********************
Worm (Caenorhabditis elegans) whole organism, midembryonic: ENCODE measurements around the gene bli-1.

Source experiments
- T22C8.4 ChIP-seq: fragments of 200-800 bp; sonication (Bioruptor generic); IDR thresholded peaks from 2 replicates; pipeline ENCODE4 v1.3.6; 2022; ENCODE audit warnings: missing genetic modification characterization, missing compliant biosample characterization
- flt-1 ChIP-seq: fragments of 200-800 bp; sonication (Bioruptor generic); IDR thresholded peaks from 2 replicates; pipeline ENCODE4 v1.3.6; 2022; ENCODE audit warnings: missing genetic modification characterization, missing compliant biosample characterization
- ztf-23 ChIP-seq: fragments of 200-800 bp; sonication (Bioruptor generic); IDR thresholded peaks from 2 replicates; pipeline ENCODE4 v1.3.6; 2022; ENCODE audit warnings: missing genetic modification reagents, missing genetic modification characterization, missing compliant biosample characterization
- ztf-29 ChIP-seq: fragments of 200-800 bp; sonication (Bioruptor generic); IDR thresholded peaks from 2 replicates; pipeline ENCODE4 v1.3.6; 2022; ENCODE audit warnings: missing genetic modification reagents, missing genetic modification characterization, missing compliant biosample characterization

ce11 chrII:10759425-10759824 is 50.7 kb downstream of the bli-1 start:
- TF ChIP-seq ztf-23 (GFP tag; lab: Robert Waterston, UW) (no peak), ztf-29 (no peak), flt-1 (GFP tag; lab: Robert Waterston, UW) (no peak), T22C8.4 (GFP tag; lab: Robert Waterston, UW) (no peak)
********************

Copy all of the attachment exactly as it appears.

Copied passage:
Worm (Caenorhabditis elegans) whole organism, midembryonic: ENCODE measurements around the gene bli-1.

Source experiments
- T22C8.4 ChIP-seq: fragments of 200-800 bp; sonication (Bioruptor generic); IDR thresholded peaks from 2 replicates; pipeline ENCODE4 v1.3.6; 2022; ENCODE audit warnings: missing genetic modification characterization, missing compliant biosample characterization
- flt-1 ChIP-seq: fragments of 200-800 bp; sonication (Bioruptor generic); IDR thresholded peaks from 2 replicates; pipeline ENCODE4 v1.3.6; 2022; ENCODE audit warnings: missing genetic modification characterization, missing compliant biosample characterization
- ztf-23 ChIP-seq: fragments of 200-800 bp; sonication (Bioruptor generic); IDR thresholded peaks from 2 replicates; pipeline ENCODE4 v1.3.6; 2022; ENCODE audit warnings: missing genetic modification reagents, missing genetic modification characterization, missing compliant biosample characterization
- ztf-29 ChIP-seq: fragments of 200-800 bp; sonication (Bioruptor generic); IDR thresholded peaks from 2 replicates; pipeline ENCODE4 v1.3.6; 2022; ENCODE audit warnings: missing genetic modification reagents, missing genetic modification characterization, missing compliant biosample characterization

ce11 chrII:10759425-10759824 is 50.7 kb downstream of the bli-1 start:
- TF ChIP-seq ztf-23 (GFP tag; lab: Robert Waterston, UW) (no peak), ztf-29 (no peak), flt-1 (GFP tag; lab: Robert Waterston, UW) (no peak), T22C8.4 (GFP tag; lab: Robert Waterston, UW) (no peak)